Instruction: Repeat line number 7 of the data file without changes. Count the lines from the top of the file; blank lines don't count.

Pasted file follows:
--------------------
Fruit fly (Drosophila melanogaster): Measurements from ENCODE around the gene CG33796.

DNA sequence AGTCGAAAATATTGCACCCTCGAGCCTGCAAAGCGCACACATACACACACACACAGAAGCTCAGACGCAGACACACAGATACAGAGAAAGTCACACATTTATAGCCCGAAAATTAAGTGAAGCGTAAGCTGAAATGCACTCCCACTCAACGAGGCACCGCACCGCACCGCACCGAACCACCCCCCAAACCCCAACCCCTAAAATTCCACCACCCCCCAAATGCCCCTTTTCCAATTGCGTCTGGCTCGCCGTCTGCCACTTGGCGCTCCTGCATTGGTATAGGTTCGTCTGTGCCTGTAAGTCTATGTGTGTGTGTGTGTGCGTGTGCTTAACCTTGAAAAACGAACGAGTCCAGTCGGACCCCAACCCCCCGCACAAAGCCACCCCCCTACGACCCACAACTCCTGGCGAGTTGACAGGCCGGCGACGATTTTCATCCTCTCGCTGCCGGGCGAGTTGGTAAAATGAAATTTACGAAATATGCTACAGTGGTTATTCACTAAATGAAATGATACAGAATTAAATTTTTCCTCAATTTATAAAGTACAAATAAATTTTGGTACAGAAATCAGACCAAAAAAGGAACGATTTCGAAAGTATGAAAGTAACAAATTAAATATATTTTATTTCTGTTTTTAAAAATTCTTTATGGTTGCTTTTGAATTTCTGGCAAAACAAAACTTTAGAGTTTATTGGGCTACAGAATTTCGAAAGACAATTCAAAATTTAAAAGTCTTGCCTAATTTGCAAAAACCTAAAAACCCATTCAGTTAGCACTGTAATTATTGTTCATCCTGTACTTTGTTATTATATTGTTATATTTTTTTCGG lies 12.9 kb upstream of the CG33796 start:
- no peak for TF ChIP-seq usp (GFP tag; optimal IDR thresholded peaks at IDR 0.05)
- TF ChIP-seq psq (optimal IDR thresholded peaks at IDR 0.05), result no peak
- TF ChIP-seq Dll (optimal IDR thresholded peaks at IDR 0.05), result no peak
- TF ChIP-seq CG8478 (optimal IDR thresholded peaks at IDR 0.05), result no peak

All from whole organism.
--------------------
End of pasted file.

All from whole organism.